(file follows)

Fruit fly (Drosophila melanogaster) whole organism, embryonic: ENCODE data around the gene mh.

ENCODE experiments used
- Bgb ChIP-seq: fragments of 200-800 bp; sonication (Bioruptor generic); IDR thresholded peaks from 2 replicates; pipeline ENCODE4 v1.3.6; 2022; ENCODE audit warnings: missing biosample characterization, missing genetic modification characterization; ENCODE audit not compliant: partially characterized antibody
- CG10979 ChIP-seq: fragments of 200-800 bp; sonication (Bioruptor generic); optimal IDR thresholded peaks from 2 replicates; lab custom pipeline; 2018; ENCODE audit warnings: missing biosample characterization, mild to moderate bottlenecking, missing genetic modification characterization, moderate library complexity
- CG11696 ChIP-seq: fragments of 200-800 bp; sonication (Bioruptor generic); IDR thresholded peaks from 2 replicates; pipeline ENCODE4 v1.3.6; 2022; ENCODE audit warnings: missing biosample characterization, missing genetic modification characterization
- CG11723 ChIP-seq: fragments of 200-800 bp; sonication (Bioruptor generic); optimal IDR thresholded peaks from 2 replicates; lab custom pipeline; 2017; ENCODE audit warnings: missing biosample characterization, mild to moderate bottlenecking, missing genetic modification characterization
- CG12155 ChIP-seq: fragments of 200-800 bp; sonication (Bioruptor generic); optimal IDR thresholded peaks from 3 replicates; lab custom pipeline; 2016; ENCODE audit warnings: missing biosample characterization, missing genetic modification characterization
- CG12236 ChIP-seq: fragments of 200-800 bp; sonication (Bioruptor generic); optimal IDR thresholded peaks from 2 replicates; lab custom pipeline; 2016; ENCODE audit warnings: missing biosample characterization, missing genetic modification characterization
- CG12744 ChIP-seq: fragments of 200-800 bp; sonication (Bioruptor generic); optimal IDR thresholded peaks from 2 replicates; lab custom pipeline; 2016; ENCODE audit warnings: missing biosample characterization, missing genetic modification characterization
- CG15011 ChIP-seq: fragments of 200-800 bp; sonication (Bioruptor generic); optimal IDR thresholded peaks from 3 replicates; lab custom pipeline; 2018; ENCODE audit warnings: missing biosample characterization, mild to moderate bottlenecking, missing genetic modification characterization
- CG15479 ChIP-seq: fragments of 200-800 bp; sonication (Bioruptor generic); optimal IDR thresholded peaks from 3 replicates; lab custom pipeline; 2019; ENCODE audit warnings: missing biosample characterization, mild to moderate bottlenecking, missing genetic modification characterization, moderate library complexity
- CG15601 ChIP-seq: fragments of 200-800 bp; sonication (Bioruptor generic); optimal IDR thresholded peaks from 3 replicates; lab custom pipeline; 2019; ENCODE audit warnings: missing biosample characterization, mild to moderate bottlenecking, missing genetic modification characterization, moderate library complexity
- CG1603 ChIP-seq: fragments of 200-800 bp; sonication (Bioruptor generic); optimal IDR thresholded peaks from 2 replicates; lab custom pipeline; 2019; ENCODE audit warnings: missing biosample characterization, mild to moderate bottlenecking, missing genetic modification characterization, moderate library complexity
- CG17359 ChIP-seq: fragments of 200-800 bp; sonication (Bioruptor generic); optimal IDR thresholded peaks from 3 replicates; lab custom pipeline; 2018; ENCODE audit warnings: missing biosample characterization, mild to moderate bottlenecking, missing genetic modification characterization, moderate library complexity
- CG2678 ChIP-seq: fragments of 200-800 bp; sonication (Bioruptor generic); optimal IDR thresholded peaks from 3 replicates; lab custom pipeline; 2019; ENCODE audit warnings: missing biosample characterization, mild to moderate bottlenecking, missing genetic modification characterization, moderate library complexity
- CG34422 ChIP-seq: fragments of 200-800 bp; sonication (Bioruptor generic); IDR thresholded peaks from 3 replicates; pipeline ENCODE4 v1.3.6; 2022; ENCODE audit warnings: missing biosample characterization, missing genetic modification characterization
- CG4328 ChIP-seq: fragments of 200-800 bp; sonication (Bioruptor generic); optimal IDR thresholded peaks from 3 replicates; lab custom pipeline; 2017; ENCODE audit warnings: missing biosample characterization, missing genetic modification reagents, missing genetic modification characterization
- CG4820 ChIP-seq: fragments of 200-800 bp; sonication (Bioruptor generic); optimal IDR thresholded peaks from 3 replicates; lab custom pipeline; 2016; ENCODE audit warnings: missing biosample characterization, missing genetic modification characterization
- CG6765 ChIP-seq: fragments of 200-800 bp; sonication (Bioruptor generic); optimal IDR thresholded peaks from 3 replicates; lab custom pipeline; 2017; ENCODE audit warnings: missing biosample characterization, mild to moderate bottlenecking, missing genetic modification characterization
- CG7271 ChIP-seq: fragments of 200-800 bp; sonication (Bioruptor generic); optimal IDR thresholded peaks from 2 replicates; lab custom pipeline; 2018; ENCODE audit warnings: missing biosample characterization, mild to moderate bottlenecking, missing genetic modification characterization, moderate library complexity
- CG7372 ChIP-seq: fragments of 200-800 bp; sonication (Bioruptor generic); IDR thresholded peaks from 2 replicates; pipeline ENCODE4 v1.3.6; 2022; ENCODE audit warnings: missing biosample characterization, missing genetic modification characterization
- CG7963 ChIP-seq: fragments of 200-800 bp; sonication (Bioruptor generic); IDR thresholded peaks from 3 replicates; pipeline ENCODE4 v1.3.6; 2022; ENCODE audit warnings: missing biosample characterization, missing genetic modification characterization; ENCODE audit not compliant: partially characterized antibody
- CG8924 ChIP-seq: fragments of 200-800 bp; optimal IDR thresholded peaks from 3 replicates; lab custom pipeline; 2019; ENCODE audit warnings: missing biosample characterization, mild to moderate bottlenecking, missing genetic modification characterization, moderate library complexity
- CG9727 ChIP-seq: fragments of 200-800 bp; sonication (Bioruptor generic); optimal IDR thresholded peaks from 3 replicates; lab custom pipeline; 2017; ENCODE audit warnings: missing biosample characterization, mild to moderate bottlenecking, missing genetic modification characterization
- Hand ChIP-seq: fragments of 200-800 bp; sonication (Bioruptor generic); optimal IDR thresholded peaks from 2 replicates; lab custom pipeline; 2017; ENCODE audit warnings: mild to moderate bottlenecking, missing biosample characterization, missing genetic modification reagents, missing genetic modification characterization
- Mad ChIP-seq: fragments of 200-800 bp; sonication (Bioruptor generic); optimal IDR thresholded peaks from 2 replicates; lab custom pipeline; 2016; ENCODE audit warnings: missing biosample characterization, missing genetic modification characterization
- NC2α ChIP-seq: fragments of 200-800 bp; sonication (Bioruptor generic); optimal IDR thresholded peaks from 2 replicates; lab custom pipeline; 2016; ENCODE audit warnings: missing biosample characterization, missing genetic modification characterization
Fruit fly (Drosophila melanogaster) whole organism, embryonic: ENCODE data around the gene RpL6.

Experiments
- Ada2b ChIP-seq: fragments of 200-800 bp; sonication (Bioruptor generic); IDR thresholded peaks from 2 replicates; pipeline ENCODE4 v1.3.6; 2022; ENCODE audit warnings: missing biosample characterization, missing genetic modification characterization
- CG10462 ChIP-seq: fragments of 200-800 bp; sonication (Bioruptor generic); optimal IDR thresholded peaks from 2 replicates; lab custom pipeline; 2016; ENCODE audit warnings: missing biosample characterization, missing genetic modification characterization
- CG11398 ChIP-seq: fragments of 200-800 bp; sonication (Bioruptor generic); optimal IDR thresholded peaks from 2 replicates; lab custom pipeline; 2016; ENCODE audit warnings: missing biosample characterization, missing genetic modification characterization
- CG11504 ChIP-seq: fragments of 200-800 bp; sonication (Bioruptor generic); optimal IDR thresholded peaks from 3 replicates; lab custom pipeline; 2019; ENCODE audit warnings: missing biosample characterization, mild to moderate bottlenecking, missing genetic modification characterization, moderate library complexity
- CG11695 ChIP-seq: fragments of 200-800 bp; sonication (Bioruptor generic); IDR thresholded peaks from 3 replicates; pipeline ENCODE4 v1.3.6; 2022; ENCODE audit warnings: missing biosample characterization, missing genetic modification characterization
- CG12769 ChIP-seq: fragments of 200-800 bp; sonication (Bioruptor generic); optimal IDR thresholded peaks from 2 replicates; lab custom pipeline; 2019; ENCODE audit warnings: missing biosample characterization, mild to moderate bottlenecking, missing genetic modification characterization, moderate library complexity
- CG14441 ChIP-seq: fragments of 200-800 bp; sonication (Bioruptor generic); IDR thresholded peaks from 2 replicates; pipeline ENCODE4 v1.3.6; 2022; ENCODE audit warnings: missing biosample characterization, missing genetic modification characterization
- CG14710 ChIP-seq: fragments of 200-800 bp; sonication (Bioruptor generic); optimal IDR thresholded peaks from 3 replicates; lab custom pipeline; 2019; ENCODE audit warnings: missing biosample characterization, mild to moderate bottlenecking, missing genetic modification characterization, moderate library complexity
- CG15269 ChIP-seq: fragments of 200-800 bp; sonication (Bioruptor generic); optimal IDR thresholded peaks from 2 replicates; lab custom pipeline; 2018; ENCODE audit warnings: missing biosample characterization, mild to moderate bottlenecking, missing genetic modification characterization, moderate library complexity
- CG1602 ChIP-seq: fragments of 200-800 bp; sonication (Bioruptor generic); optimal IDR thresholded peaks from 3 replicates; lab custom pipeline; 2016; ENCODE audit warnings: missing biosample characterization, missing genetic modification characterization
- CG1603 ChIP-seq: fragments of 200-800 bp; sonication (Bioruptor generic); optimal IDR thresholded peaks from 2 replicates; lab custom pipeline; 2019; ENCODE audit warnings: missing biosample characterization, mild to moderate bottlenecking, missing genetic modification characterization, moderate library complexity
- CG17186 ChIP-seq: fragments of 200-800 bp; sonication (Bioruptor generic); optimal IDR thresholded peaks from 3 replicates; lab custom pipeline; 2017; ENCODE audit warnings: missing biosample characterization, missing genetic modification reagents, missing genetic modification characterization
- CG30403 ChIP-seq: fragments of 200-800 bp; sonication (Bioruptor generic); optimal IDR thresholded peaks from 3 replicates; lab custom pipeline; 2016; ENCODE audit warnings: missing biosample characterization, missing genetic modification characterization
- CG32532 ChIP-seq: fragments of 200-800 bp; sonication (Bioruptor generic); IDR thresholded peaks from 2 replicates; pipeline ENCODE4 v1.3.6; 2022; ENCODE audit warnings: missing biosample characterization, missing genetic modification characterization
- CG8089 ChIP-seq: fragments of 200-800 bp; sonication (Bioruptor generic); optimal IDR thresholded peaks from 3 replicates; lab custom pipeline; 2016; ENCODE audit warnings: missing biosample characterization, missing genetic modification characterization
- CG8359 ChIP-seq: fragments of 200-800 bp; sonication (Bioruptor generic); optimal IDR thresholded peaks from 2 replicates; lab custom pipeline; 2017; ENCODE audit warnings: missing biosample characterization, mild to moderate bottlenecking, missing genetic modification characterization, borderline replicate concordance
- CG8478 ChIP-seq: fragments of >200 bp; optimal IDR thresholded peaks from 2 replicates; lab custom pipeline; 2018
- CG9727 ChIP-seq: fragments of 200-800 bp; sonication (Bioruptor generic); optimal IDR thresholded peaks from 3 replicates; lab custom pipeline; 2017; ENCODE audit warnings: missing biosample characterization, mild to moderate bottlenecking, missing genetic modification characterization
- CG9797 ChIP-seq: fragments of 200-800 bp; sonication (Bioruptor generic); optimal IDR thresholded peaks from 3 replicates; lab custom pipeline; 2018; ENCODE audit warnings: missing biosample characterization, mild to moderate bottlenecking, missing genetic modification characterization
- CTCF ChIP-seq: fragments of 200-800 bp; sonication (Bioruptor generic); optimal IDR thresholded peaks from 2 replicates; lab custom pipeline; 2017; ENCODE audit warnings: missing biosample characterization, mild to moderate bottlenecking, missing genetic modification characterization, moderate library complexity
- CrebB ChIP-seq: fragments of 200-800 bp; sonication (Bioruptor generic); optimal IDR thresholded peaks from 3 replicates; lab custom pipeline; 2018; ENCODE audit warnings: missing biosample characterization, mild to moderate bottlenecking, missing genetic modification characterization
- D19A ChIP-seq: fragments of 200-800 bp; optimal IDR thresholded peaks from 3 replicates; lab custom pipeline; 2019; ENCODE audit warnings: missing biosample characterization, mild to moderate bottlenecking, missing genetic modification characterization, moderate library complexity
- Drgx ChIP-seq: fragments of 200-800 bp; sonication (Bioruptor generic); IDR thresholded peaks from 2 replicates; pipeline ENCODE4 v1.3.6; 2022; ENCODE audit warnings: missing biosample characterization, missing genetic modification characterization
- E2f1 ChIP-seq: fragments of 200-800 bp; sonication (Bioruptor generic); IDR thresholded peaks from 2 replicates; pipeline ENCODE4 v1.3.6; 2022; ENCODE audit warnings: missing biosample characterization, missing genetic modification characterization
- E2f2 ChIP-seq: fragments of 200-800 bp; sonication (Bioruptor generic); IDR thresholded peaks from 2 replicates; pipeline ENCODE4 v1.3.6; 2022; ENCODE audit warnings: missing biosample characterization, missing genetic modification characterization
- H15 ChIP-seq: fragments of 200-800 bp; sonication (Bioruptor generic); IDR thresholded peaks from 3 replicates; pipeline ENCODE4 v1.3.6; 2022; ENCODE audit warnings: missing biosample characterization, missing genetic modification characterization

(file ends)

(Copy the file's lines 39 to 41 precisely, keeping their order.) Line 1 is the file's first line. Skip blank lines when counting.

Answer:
- CG1602 ChIP-seq: fragments of 200-800 bp; sonication (Bioruptor generic); optimal IDR thresholded peaks from 3 replicates; lab custom pipeline; 2016; ENCODE audit warnings: missing biosample characterization, missing genetic modification characterization
- CG1603 ChIP-seq: fragments of 200-800 bp; sonication (Bioruptor generic); optimal IDR thresholded peaks from 2 replicates; lab custom pipeline; 2019; ENCODE audit warnings: missing biosample characterization, mild to moderate bottlenecking, missing genetic modification characterization, moderate library complexity
- CG17186 ChIP-seq: fragments of 200-800 bp; sonication (Bioruptor generic); optimal IDR thresholded peaks from 3 replicates; lab custom pipeline; 2017; ENCODE audit warnings: missing biosample characterization, missing genetic modification reagents, missing genetic modification characterization